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Show R^2 is locally compact with non-standard metric: I need help

  1. Nov 30, 2005 #1

    benorin

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    EDIT: I posted this in the wrong forum, will repost in textbook questions. Please delte this (or move it).

    The Q: Define the distance between points [itex]\left( x_1 , y_1\right) [/itex] and [itex]\left( x_2 , y_2\right) [/itex] in the plane to be

    [tex]\left| y_1 -y_2\right| \mbox{ if }x_1 = x_2 \mbox{ and } 1+ \left| y_1 -y_2\right| \mbox{ if }x_1 \neq x_2 .[/tex]

    Show that this is indeed a metric, and that the resulting metric space is locally compact. I need help with the second part.

    My A: Write

    [tex]d\left( \left( x_1 , y_1\right) , \left( x_2 , y_2\right) \right) = \delta_{x_1}^{x_2} + \left| y_1 -y_2\right| ,[/tex]

    where

    [tex]\delta_{x_1}^{x_2}=\left\{\begin{array}{cc}0,&\mbox{ if }
    x_{1} = x_{2}\\1, & \mbox{ if } x_{1} \neq x_{2}\end{array}\right.[/tex]

    is the Kronecker delta function. Then [itex]d:\mathbb{R} ^2 \times \mathbb{R} ^2 \rightarrow \mathbb{R}[/itex] is a metiric on [itex]\mathbb{R} ^2[/itex] since the following hold:

    i. d is positive definite since d is obviously positive and

    [tex]\delta_{x_1}^{x_2}=0 \Leftrightarrow x_{1} = x_{2} \mbox{ and } \left| y_1 -y_2\right| = 0 \Leftrightarrow y_{1} = y_{2}[/tex]

    ii. d is symmetric in its variables, that is

    [tex]d\left( \left( x_1 , y_1\right) , \left( x_2 , y_2\right) \right) = \delta_{x_1}^{x_2} + \left| y_1 -y_2\right| = \delta_{x_2}^{x_1} + \left| y_2 -y_1\right| = d\left( \left( x_2 , y_2\right) , \left( x_1 , y_1\right) \right)[/tex]

    iii. d the triangle inequality, that is: if [itex]\left( x_j , y_j\right) \in \mathbb{R} ^2, \mbox{ for } j=1,2,3,[/itex] then

    [tex]d\left( \left( x_1 , y_1\right) , \left( x_2 , y_2\right) \right) \leq d\left( \left( x_1 , y_1\right) , \left( x_3 , y_3\right) \right) + d\left( \left( x_3 , y_3\right) , \left( x_2 , y_2\right) \right) ,[/tex]

    which can be reasoned thus: the triangle inequality in R^2 with the Euclidian metric gives

    [tex]\left| y_1 -y_2\right| \leq \left| y_1 -y_3\right| + \left| y_3 -y_2\right| , \forall y_{1},y_{2},y_{3}\in\mathbb{R}[/tex]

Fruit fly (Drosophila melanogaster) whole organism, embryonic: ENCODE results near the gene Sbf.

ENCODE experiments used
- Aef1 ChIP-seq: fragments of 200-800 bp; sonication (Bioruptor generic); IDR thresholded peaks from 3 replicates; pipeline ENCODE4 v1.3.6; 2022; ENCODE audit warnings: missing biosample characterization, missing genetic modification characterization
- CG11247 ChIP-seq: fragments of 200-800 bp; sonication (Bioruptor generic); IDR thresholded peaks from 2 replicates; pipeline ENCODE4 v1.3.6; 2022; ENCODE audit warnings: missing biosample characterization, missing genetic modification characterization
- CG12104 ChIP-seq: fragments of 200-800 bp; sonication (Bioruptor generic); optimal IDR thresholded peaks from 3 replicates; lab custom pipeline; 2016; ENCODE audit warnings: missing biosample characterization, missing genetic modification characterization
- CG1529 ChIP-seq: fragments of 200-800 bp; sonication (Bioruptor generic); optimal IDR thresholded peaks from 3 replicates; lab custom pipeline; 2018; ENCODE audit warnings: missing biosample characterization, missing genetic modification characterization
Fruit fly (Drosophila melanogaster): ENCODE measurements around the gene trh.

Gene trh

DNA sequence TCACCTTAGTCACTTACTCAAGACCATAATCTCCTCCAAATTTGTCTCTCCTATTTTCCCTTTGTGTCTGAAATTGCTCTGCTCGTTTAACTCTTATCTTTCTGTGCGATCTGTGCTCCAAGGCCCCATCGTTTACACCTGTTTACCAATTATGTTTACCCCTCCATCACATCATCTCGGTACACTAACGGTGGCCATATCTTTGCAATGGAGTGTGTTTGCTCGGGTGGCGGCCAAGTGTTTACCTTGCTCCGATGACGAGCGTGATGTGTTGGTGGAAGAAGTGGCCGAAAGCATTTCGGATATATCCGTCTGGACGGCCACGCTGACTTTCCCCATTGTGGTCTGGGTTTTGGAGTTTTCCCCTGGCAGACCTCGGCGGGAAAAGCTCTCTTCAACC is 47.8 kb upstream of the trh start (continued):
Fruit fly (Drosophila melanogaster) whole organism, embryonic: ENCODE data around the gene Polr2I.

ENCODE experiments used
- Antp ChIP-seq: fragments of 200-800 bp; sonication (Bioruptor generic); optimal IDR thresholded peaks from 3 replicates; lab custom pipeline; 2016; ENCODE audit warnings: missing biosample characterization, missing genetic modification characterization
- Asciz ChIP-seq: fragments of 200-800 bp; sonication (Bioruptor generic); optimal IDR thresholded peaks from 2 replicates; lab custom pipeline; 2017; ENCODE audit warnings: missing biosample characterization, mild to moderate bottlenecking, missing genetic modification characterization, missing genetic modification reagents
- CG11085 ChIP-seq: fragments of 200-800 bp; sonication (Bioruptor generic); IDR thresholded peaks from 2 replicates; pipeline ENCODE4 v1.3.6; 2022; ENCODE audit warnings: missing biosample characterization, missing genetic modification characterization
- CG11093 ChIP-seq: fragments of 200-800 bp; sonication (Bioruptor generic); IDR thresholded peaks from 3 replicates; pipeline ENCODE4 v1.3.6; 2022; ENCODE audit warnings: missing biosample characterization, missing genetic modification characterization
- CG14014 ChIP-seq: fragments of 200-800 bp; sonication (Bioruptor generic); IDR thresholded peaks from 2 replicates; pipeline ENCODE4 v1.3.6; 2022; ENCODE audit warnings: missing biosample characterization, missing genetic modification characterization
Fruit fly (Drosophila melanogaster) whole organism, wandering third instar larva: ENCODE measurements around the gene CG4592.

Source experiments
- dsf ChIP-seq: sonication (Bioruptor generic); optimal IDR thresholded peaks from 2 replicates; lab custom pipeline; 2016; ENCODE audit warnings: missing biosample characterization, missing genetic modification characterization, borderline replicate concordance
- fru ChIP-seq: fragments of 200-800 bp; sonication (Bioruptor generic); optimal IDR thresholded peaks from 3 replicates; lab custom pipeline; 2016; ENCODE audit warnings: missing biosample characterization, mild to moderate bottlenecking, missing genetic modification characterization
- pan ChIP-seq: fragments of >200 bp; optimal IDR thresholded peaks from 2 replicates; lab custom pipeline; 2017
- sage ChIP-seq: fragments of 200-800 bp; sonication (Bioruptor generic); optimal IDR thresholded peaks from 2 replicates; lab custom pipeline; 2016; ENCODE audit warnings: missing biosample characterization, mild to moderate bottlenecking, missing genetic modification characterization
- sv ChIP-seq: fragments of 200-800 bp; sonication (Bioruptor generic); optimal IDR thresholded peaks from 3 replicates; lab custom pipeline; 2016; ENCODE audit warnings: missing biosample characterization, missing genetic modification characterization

and

    [tex]\delta_{x_1}^{x_2} \leq \delta_{x_1}^{x_3} + \delta_{x_3}^{x_2} \mbox{ holds } \forall x_{1},x_{2},x_{3}\in\mathbb{R}[/tex]

    for suppose not: then

    [tex]\exists x_{1},x_{2},x_{3}\in\mathbb{R} \mbox{ such that }\delta_{x_1}^{x_2} > \delta_{x_1}^{x_3} + \delta_{x_3}^{x_2} \Leftrightarrow x_1 \neq x_2 \mbox{ and } x_1 = x_3 = x_2 ,[/tex]

    which is a contradiction; adding these inequalities yields the required result, viz. the triangle inequality.

    By i,ii, and iii, d is a metric on [itex]\mathbb{R} ^2[/itex].

    The locally compact part I don't get: a metric space is locally compact iff every point of has a neighborhood with compact closure.

    An open neighborhood of a point, say [itex]\left( x_0 , y_0\right) [/itex], is given by: for some k>0, put

    [tex]\left\{ \left( x , y\right) : d\left( \left( x , y\right) , \left( x_0 , y_0\right) \right) < k \right\}[/tex]

    but what does that look like? How do I grasp what compact means in this metric?

    The delta function above is the discrete metric on R^1 and the absolute value is the Euclidian metric on R^1, and their sum is indeed a metric on the product space R^2. Do I get to keep Heine-Borel? Does Heine-Borel even hold for R^1 with the discrete metric? I don't get the idea of compact sets with H-B, I can tell you "A set is compact if every open cover has a finite subcover," but that topology stuff is so abstract. What does it mean for a set to be compact in terms of a given metric? Is that given by sequential compactness?

    Please help with the second part, and let me know if the first is ok.

    Thanks,
    -Ben

    PS: Please don't answer all the questions in the last paragraph, just the ones that help.
     
    Last edited: Nov 30, 2005
  2. jcsd
  3. Nov 30, 2005 #2

    AKG

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    Draw yourself a picture of the open ball about (x0, y0) of radius k. I know you asked what it looks like, but you should be able to easily draw this for yourself. Note that there's a drastic change in what these sets look like when k < ? vs. when k > ?. What is the "?"? Well you should be able to figure that out easily as well. Once you do it, there should be an obvious choice (or range of choices) for k. Then I think you might use something like Heine-Borel.
     
  4. Nov 30, 2005 #3

    mathwonk

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    in any metric space, compact is equivalent to complete and totally bounded. so just show every point ahs a complete totally bounded nbhd.

    i am a little schmooked right now but i think totally bounded means every bounded set has a finite open cover by sets of diameter less than e, for any e>0.
     
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